Here it is Stuart's abstract on his seminar: Catchment organisation and the flux of water and material
"In this seminar I will think about the importance of understanding catchment organization in terms of the functioning of watersheds. Tracer studies have told us, for many years, that catchments organize themselves - the signals that go in to a basin (e.g. rainfall, eroded soil) look very different to those that come out (e.g. river discharge, suspended sediment concentration). But, we have made less progress in understanding the spatial structure that leads to this organization, something that is crucial to prioritizing what to do where in river catchments. I will begin by presenting new ways of modelling this structure, and then show what this might mean: (1) for flood generation; (2) for the effects of land management upon diffuse pollution; and (3) for the watershed organization of salmonid populations. I will conclude by noting that critical to progress in this area is new forms of hydrological conceptualization and the development of innovative experiments to test such ideas."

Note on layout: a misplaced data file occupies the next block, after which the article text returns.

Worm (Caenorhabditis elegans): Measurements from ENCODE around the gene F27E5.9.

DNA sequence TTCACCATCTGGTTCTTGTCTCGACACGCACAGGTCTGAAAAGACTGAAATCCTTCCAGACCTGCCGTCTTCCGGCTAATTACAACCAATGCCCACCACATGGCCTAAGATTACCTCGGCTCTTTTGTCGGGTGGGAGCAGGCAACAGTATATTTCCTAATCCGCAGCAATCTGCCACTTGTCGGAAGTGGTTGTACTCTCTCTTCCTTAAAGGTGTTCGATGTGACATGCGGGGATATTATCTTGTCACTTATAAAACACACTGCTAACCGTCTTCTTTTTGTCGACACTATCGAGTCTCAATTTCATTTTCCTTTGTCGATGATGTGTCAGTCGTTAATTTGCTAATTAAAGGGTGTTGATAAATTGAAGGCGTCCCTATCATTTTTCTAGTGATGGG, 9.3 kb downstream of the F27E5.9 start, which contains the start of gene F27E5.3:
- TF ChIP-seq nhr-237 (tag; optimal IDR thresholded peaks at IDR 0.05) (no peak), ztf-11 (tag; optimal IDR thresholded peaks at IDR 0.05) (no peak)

Lane, S. N., S. M. Reaney, and A. L. Heathwaite (2009), Representation of landscape hydrological connectivity using a topographically driven surface flow index, Water Resour. Res., 45, W08423, doi:10.1029/2008WR007336.
and the invited commentary on Hydrological processes:
Lane, S.N., What makes a fish (hydrologically) happy? A case for inverse modelling, Hydrol. Process. 22, 4493–4495 (2008). DOI: 10.1002/hyp.7145
In the mood of "thinking different" also this paper can bring some interesting information:
Lane, S.N., N. Odoni, C. Landstrom, S J Whatmore, N Ward, and S Bradley (2010) Doing flood risk science differently: an experiment in radical scientific method: doing flood risk science differently, Trans Br. Geogr.